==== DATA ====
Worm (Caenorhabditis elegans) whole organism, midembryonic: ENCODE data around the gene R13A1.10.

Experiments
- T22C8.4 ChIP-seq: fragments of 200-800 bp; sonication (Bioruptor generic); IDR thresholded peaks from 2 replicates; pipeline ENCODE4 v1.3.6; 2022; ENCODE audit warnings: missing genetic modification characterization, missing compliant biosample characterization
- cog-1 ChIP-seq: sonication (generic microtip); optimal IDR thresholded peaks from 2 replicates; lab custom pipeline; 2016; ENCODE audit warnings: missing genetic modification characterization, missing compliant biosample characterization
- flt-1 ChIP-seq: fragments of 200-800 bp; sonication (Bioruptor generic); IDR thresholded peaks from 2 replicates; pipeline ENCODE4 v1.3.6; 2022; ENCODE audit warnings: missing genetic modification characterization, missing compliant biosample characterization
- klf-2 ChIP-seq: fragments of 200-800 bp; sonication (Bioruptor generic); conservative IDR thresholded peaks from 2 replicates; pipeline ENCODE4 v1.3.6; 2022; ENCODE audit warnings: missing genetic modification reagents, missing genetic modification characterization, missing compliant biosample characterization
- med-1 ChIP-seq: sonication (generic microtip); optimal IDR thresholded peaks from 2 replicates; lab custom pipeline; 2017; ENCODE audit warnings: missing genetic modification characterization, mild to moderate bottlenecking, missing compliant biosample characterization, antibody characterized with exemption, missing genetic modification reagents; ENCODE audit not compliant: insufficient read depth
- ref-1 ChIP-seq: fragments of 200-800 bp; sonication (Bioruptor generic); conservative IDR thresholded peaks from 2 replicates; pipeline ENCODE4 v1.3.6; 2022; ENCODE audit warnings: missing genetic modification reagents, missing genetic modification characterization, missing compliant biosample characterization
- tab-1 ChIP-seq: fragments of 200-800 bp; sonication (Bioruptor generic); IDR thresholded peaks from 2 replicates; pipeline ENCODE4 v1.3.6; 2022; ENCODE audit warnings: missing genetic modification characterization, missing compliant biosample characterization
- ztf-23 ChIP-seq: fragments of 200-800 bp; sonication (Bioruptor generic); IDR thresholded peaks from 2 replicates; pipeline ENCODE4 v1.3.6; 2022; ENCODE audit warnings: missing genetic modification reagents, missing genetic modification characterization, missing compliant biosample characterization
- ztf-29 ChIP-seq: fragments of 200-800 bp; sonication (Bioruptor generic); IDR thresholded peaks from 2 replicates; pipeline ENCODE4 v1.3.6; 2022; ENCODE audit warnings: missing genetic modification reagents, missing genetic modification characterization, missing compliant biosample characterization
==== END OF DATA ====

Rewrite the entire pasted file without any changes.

Worm (Caenorhabditis elegans) whole organism, midembryonic: ENCODE data around the gene R13A1.10.

Experiments
- T22C8.4 ChIP-seq: fragments of 200-800 bp; sonication (Bioruptor generic); IDR thresholded peaks from 2 replicates; pipeline ENCODE4 v1.3.6; 2022; ENCODE audit warnings: missing genetic modification characterization, missing compliant biosample characterization
- cog-1 ChIP-seq: sonication (generic microtip); optimal IDR thresholded peaks from 2 replicates; lab custom pipeline; 2016; ENCODE audit warnings: missing genetic modification characterization, missing compliant biosample characterization
- flt-1 ChIP-seq: fragments of 200-800 bp; sonication (Bioruptor generic); IDR thresholded peaks from 2 replicates; pipeline ENCODE4 v1.3.6; 2022; ENCODE audit warnings: missing genetic modification characterization, missing compliant biosample characterization
- klf-2 ChIP-seq: fragments of 200-800 bp; sonication (Bioruptor generic); conservative IDR thresholded peaks from 2 replicates; pipeline ENCODE4 v1.3.6; 2022; ENCODE audit warnings: missing genetic modification reagents, missing genetic modification characterization, missing compliant biosample characterization
- med-1 ChIP-seq: sonication (generic microtip); optimal IDR thresholded peaks from 2 replicates; lab custom pipeline; 2017; ENCODE audit warnings: missing genetic modification characterization, mild to moderate bottlenecking, missing compliant biosample characterization, antibody characterized with exemption, missing genetic modification reagents; ENCODE audit not compliant: insufficient read depth
- ref-1 ChIP-seq: fragments of 200-800 bp; sonication (Bioruptor generic); conservative IDR thresholded peaks from 2 replicates; pipeline ENCODE4 v1.3.6; 2022; ENCODE audit warnings: missing genetic modification reagents, missing genetic modification characterization, missing compliant biosample characterization
- tab-1 ChIP-seq: fragments of 200-800 bp; sonication (Bioruptor generic); IDR thresholded peaks from 2 replicates; pipeline ENCODE4 v1.3.6; 2022; ENCODE audit warnings: missing genetic modification characterization, missing compliant biosample characterization
- ztf-23 ChIP-seq: fragments of 200-800 bp; sonication (Bioruptor generic); IDR thresholded peaks from 2 replicates; pipeline ENCODE4 v1.3.6; 2022; ENCODE audit warnings: missing genetic modification reagents, missing genetic modification characterization, missing compliant biosample characterization
- ztf-29 ChIP-seq: fragments of 200-800 bp; sonication (Bioruptor generic); IDR thresholded peaks from 2 replicates; pipeline ENCODE4 v1.3.6; 2022; ENCODE audit warnings: missing genetic modification reagents, missing genetic modification characterization, missing compliant biosample characterization